Title: Far Cry 5: Lost on Mars Released On: July 17, 2018 Genre: FPS, Adventure Reviewed On: Xbox One X Developer: Ubisoft Shanghai Publisher: Ubisoft MSRP: $9.99 USD / $13.49 CAD
Far Cry 5 was everything I wanted it to be, and more. Hours of Darkness (the first piece of DLC) stumbled a little bit in its delivery of a grim tale of survival, but Lost on Mars swings in the opposite direction: it is a wide-open playground comprised of a good handful of simple missions that never once takes itself too seriously.
The opening minutes of Lost on Mars deliver another one of the charming retro-animation introductions fast becoming a staple of the fringe entries within the Far Cry series. We’re treated to a brief exchange between Nick Rye (NPC pilot and companion of the mounting resistance in Far Cry 5) and the ever-affable Hurk Drubman Jr., in which Hurk declares that Rye owes him a favour and is cashing in his chit. A moment later, you (now playing as Nick) have been teleported through space and into a command centre outpost on Mars, with only the disembodied voice of Hurk help you get your bearings. Hurk guides you through a few hallways, setting the scene for exactly why the two of you have been plopped into an otherworldly experience; namely that Mars’ population of alien arachnids have been planning a Thanksgiving-sized feast with Earth’s population serving as the main course.
Lost on Mars Missions
The first task assigned to you (one which forms the primary basis of the short-lived storyline) is to reassemble Hurk himself. As his story explains, he’d been minding his own business when he was summarily dismembered by Mars’ hostile alien race. Luckily his head was recovered and saved by an Artificial Intelligence named ANNE that’s mounting a resistance of her own against the arachnid-like aliens. It’s the first display of how Far Cry leans into the surreal and outlandish nature of its game worlds, and is a welcome step away from how serious Hours of Darkness played out.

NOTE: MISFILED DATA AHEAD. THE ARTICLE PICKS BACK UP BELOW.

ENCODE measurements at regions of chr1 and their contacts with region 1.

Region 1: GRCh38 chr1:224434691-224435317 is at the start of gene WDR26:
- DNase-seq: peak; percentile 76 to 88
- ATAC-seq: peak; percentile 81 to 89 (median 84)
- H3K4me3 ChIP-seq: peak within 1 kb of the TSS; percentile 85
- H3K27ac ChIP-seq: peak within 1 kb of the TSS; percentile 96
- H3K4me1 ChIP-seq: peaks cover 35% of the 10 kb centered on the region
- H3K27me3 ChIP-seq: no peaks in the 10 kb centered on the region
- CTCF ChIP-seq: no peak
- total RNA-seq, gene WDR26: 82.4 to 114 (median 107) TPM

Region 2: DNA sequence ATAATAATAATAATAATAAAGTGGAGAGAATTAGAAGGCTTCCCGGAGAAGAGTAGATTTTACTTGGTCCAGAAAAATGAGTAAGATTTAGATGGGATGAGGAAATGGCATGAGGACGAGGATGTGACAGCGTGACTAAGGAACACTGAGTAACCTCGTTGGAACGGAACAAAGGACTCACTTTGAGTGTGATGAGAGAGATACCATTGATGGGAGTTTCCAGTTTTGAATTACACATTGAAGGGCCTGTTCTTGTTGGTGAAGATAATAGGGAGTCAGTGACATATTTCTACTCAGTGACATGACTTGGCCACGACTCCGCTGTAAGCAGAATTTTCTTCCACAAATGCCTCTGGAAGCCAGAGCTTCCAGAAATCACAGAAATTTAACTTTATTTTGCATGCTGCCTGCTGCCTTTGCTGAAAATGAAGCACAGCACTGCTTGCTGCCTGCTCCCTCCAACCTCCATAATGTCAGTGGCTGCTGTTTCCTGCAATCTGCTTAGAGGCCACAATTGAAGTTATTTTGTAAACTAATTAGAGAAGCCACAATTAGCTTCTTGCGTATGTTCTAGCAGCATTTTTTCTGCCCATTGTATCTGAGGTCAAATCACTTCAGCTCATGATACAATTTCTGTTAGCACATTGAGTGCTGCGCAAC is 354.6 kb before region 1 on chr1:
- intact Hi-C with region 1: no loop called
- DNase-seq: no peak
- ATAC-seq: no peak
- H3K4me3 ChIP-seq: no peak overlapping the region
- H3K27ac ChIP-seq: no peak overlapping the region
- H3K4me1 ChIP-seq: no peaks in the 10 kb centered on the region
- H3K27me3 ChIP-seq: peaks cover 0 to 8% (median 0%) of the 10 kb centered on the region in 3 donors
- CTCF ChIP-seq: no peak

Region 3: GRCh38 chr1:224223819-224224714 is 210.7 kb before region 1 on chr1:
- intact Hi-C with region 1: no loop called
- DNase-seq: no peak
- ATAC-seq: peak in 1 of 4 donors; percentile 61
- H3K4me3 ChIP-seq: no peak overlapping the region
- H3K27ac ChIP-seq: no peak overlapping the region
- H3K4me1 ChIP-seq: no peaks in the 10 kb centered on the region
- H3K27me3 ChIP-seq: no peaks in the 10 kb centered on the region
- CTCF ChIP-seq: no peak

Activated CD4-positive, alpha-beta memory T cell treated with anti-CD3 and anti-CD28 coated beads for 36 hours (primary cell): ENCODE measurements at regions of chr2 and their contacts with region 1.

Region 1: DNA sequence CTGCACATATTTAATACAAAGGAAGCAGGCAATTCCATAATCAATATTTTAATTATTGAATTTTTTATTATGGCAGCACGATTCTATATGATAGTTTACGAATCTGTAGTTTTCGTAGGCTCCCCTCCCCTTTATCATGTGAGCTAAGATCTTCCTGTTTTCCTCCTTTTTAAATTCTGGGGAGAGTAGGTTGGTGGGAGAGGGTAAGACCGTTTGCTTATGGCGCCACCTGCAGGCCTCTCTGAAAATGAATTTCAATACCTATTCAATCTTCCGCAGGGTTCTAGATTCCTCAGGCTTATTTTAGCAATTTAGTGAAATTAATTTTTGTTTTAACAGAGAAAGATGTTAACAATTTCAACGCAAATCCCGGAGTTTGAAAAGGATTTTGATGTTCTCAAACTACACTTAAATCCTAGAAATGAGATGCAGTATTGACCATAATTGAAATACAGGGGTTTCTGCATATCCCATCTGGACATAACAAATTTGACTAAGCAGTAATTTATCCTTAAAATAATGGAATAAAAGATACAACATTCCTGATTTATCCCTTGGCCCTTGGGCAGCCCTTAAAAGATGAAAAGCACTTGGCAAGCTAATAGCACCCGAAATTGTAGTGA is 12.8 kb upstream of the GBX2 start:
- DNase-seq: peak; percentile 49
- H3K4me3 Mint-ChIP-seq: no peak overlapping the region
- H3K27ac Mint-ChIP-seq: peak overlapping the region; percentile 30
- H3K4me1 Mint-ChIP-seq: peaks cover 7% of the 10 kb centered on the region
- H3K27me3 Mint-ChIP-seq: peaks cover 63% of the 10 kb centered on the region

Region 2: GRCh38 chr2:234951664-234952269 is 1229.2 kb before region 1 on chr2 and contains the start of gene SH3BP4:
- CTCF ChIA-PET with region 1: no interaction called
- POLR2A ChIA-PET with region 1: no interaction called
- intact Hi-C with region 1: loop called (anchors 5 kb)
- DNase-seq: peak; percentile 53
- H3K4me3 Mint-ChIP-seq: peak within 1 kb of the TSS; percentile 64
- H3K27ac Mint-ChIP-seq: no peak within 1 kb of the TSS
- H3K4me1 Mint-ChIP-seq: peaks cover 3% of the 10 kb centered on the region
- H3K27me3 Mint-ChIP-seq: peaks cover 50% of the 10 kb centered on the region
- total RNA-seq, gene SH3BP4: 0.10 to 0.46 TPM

Hurk and ANNE subsequently explain the goings-on within the Martian landscape and send Nick out to begin reactivating ANNE’s various subnetworks, facilities, and systems that will give her enough power to fight back against the arachnids; who are reportedly en route to Earth for some serious snacking. Floating-Head-Hurk goes along for the ride in the body of a combat-ready robot (as your only Gun for Hire companion available), whereas ANNE remains behind as the disembodied logic-driven voice that plays diametrically to Hurk’s chaotic and blundering psyche.
Once securing your Gravity Belt (read: jetpack), Lost on Mars lets you take on the remainder of the game at your leisure, in typical Far Cry fashion. The world map has a smattering of objectives to tackle, and no particular itinerary for which it expects you to handle them. The 3D-Platforming ‘tower climbs’ return as challenges to surmount, and many of the various facilities have ‘go-there-kill-bad-guys-boot-up-computer’ mission points attached to them as well. Considering that the entire experience is about reactivating ANNE’s systems, nearly all of those missions converge to the same end action: plunk in a power cell, turn on a computer, pat yourself on the back, and find the next computer.
Lost on Mars’ side-content doesn’t boast much variety in and of itself, but happening across these encounters and mini-missions does offer a brief reprieve from the repetitive feel that creeps up after repeating a few of the core gameplay sequences. Most of the side missions revolve around killing Arachnid Queens — of which there are 15 to dispatch — or taking a psychedelic trip down a (somewhat literal) rabbit hole filled with hallucinogenic gasses reminiscent of the base game’s Bliss. Extending the day-tripping effects of the gas, players are then dropped into bastardized versions of Far Cry 5 locations — such as the iconic Project at Eden’s Gate church, or John Seed’s ranch — and tasked with doling out some given amount of carnage against waves of enemies. Once done, the reward is typically the same: a power core that works to reactivate ANNE’s primary systems in the main questline.